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Types of scans for cancer

Know the types of scans you may have throughout treatment

Types of Cancer Scans

When you found out you had cancer, you may have had an imaging scan, such as an MRI or a CT scan. You’ll likely have more scans throughout your treatment. They help your doctor to see what is happening inside your body.

How doctors use imaging scans

How Doctors Use Imaging Scans

Your doctor may use imaging scans during diagnosis and treatment to:

  • Look for cancer in an early stage
  • Help find tumors (abnormal growths, masses, or lumps) in the body
  • Help find out the stage of cancer
  • Help your doctor choose your treatment plan
  • Show if the tumor has changed during treatment to help your doctor know if the treatment is working
  • See if a cancer has returned after treatment

Types of imaging scans

Your doctor may use many types of imaging scans to help choose your treatment plan. Common types of imaging scans used for cancer include MRI, CT, and PET/CT scans. After you have a scan, a doctor who specializes in imaging, called a radiologist, will read your scan, write a report on the results, and send the results to your doctor. Imaging tests may also include x-rays, ultrasounds, mammography, nuclear medicine scans, and more.

MRI Scan

MRI (magnetic resonance imaging) scan

An MRI uses powerful magnets to take detailed pictures of the inside of your body.

CT Scan

CT (computed tomography) scan

A CT scan is also called a CAT scan. It creates a 3-D picture of your body using x-rays to take pictures from different angles.

PET Scan

PET (positron emission tomography) or PET/CT scan

A PET scan uses a radioactive sugar, sometimes called a tracer, which is injected into your body, to find and measure the spread of cancer in your body. The tracer makes cancer cells look brighter than healthy cells on the pictures produced by the scanner. A PET/CT combines PET with a CT scan to show more detail to help pinpoint the location of tumors.

Example questions to ask your doctor

  • How often will I need follow-up tests after cancer treatment?
  • Which tests might be able to detect if my cancer has come back?
  • Are there any other tests I may need to help us decide the next steps for my treatment?
How often will I need follow-up tests after cancer treatment?
Which tests might be able to detect if my cancer has come back?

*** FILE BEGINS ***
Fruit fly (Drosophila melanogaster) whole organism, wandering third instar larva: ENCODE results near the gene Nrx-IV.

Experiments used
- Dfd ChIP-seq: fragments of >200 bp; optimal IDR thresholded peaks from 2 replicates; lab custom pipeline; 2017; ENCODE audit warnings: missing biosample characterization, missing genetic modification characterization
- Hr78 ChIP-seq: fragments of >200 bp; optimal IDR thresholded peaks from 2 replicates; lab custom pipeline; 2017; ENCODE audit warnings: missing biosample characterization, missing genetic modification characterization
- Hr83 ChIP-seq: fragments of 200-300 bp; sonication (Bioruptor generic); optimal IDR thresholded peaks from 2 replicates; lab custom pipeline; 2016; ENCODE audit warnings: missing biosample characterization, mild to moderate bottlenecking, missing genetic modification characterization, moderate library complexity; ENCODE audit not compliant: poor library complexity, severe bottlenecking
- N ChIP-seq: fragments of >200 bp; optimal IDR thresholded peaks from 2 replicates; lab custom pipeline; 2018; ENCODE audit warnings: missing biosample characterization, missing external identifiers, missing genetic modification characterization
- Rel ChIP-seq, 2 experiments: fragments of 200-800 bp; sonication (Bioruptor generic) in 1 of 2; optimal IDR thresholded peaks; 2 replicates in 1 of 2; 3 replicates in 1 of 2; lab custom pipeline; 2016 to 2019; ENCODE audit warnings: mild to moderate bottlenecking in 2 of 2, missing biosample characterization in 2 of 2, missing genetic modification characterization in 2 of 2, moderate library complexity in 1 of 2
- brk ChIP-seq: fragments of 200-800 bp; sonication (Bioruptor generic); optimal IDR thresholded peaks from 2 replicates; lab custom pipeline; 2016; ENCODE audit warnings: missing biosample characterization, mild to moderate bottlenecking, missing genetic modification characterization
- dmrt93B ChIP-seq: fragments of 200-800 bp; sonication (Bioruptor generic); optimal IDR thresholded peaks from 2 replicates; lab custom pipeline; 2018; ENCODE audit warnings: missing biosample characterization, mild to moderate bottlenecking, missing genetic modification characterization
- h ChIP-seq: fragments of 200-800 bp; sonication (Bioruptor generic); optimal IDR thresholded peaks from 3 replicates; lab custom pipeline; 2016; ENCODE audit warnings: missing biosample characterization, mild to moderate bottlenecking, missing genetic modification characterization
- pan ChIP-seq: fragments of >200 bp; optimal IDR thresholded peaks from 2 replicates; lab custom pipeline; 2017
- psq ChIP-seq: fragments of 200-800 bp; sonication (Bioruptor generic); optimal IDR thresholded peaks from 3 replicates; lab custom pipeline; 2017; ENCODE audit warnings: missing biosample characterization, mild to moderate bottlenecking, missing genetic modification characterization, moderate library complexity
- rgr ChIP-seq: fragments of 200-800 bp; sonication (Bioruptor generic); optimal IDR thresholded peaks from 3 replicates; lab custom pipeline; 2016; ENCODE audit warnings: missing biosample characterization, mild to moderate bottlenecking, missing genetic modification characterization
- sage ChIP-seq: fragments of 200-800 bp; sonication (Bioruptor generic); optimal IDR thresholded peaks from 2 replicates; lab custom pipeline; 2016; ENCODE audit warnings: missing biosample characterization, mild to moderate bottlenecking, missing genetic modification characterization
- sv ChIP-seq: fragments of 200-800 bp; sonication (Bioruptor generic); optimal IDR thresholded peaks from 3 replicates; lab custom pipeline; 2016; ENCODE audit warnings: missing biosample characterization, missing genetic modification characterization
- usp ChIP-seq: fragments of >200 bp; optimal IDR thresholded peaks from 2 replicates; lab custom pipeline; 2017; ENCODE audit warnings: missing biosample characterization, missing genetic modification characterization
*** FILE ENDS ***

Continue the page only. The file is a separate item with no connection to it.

Are there any other tests I may need to help us decide the next steps for my treatment?    

Prepare for your scan and getting results

It’s normal to feel anxious about a scan. You may hear some people call it “scanxiety.” Here are some tips for before, during, and after your scans to help you feel prepared and to ease your scanxiety.

Before the scan

Before a scan, you may have a lot of anxious thoughts. For example, “What should I wear?” and “What’s it going to feel like?” You should receive directions from your health care team before your appointment. Read the tips below to help you feel prepared.

Have a plan to get your results

Talk to your doctor before your scan to find out how long it may take to receive the results and how you will get them. For example, some doctors may require a visit to review your results, and others may share results with you over the phone.

Call ahead to the scan location

If you have questions about what will happen during the scan, call and ask the staff at the location where you are having your scan. They’ll talk you through the procedure.

Avoid wearing metal

Metal can affect the imaging scans. In general, as you’re getting dressed, do not wear anything metal, such as jewelry, hair clips, or zippers.

Ask about eating and drinking before

Sometimes your doctor will tell you to not eat or drink for a certain amount of time before your scan. Ask your doctor if you should not eat or drink ahead of time.

During the scan

Getting prepped for your scan and being in the machine may cause additional anxiety. Use the tips below to help ease stress.

Distract yourself in the waiting room

Bring along your smartphone or tablet and a pair of headphones with you for the waiting room. Music, games, books, or magazines can help calm your nerves before the scan.

Take deep breaths

While waiting for your scan to begin, try using a relaxation technique like deep breathing:

  1. While sitting or standing, place a hand on your stomach.
  2. Breathe in through your nose while gently pushing your stomach out.
  3. Slowly breathe out through tight lips. Gently push inward and upward on your stomach to help empty your lungs.
  4. Repeat.
Think positive

Try to imagine pleasant places, peaceful thoughts, and feelings that may help take your mind off the scan.

After the scan

When you finish the scan, you may not feel like you can relax just yet. Use the tips below while you wait for your results, and when you get them back.

Spend time with loved ones

This is a good time to surround yourself with family and friends. It can be a way to lessen stress. For example, ask someone to take a walk outside or watch a funny movie.

Bring a friend or family member with you to find out the results

If someone can come with you, they can offer support, help you take notes, and remind you of the things you wanted to talk about with your health care team.

Share your concerns with your doctor

If you have any questions, share them with your doctor right away. Your results can be a lot to take in. It may help to take notes so that you can share the information with friends or family who couldn’t be at the visit with you.

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